School children in Andhra Pradesh launch UNICEF assisted campaign of self-expression on HIV /AIDS
By Radhika Srivastava and Vikas Verma
August 2005 - In Southern India’s state of Andhra Pradesh, with one-tenth of the country’s HIV positive people, a vigorous campaign was recently launched to get children to express themselves freely on HIV/AIDS and related subjects. The objective was to get them to break the taboo on talking about safe sex.
With an HIV prevalence rate of about 2.25 per cent, Andhra Pradesh clearly has something to worry about. UNICEF has been a partner with the state government that has taken many positive measures in the past few years to curb the spread of HIV/AIDS.
Deepa, a student from Medak district, for instance, made a model with plastic toy trucks and a thermocol highway that explains the transmission of the virus among truck drivers, a known high-risk group. She also displayed various methods used to test HIV and objects that could potentially transmit the diseases such as barber’s blades, syringes, shaving blades, etc. As she explained her “display” to a group of students from another school, she said, “I want to put this up at village fairs and exhibitions. I want to tell people about HIV.” Her face shone with earnestness as she spoke.
The event began first at the divisional level and moved to the districts before reaching the state capital city of Hyderabad. This programme was a special feature of the state-wide initiative called AASHA (Aids Awareness and Sustained Holistic Action) launched by the government in July.
In a state where people are known to shy away from discussing HIV/AIDS, the campaign has made the atmosphere lighter for discussion. The Triveni High School in Hyderabad played host to students from across the state who converged in the capital to participate in different competitions, all related to HIV/AIDS.
As the campaign and children’s competitions picked up pace, confident and smiling young faces emerged from classrooms ready to compete with and outshine students from other schools. They were all banking on their understanding of HIV/AIDS to do so. Inside the school auditorium, several teams sat on the stage answering difficult questions posed by the quiz master. Questions ranged from basics such as “do mosquitoes transmit HIV?” to complex ones on anti-retroviral drugs. Children answered these with ease and came out with flying colours.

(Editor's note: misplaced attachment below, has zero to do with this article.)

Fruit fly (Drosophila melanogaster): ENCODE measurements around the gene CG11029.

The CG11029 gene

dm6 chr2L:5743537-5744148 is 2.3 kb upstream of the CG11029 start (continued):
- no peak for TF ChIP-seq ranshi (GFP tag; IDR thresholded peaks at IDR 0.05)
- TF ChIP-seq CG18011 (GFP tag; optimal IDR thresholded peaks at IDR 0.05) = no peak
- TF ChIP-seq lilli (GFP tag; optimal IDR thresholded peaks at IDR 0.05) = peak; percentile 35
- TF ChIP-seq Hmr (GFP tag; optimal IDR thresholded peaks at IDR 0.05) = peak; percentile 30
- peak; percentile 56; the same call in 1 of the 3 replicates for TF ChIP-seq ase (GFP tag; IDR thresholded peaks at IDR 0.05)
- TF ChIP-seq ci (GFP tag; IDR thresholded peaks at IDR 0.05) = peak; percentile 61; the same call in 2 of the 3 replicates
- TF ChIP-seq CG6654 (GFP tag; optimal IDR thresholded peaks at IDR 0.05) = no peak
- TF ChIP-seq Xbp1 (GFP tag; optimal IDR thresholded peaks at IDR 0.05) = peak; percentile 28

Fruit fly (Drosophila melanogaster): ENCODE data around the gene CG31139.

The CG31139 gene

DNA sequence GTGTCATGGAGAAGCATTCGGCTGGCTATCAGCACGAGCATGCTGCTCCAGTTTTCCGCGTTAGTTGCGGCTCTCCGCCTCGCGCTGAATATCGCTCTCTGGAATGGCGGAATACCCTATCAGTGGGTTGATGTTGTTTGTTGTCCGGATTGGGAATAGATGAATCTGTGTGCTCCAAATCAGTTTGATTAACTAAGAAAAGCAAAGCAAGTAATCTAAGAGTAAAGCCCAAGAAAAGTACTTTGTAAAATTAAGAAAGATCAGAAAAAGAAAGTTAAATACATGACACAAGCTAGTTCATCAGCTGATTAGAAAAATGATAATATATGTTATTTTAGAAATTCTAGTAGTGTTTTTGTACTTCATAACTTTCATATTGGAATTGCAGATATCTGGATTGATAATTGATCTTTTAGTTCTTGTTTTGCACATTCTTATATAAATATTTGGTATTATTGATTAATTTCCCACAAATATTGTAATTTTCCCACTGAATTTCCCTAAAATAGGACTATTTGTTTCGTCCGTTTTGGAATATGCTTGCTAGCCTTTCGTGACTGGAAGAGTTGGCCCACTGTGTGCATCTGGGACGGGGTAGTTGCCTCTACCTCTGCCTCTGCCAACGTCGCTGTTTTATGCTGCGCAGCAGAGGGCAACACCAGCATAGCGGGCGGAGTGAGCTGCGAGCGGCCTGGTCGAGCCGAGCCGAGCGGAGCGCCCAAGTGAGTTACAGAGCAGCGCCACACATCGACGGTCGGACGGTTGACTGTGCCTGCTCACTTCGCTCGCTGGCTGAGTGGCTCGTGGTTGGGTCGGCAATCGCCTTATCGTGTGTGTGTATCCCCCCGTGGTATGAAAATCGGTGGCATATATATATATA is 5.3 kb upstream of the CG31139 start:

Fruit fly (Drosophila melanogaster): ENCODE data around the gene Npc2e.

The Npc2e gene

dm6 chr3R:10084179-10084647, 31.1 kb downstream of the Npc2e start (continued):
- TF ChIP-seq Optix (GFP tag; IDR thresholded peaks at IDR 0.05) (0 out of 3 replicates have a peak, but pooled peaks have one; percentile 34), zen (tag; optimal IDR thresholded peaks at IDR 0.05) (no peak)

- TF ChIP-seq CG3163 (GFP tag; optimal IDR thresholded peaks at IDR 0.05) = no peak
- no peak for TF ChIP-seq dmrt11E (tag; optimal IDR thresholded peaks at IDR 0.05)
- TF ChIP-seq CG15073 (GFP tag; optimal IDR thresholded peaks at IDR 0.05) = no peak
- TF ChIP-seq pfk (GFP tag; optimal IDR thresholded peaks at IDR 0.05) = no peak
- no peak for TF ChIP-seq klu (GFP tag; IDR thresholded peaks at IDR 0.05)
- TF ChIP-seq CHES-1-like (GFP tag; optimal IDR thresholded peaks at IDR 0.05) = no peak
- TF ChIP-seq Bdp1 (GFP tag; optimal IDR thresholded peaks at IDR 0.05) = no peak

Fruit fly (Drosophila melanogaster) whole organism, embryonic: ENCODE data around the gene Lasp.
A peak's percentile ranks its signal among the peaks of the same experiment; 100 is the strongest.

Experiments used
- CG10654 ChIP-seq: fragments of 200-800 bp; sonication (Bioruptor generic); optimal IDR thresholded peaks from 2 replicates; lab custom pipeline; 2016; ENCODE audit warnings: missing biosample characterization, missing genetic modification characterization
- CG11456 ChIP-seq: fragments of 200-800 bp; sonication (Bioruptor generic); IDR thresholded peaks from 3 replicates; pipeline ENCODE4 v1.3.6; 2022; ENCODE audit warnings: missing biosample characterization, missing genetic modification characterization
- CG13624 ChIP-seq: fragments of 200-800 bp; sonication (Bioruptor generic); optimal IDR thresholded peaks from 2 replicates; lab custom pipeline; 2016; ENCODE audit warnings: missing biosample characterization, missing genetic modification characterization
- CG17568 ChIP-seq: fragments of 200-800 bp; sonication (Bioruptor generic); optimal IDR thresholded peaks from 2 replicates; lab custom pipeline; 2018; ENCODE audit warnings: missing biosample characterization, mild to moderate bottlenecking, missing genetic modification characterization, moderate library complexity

Teachers, too, from across the state had gathered to display their teaching material on HIV/AIDS. Among the most innovative teachers was C. Syam Kumar from East Godavari, a district known to be among the hardest hit in the state. He used simple “tricks” to explain the subject. He ran a lit cigarette-lighter through a cotton handkerchief that did not burn. “This is how HIV can spread silently through our community and we would not even know,” he said. His audiences were mesmerized.
Kumar said he had held his display in 100 villages in the district. “Since I use some tricks, my shows are very popular. After the shows I always have people asking me more about HIV/AIDS,” he said. The one-man team has been campaigning for HIV/AIDS in the district.
Even at the host school, Kumar’s table was popular with students and teachers alike who flocked around asking him to show his tricks. His audience were not just children but also officials as senior as the Director of the School Council for Education Research and Training, K. Anand Kishore who applauded along with the others. “When we started this programme a month ago, we were not sure how it would be perceived since there was the assumption that parents did not want their children to talk of HIV/AIDS. But the response was mind-blowing. There was tremendous enthusiasm from parents and students and we are determined to hold many more similar events in the future,” said Mr. Kishore.
If the enthusiasm of children, teachers and officials is anything to go by, the HIV awareness graph in the state is clearly set to a rapid climb.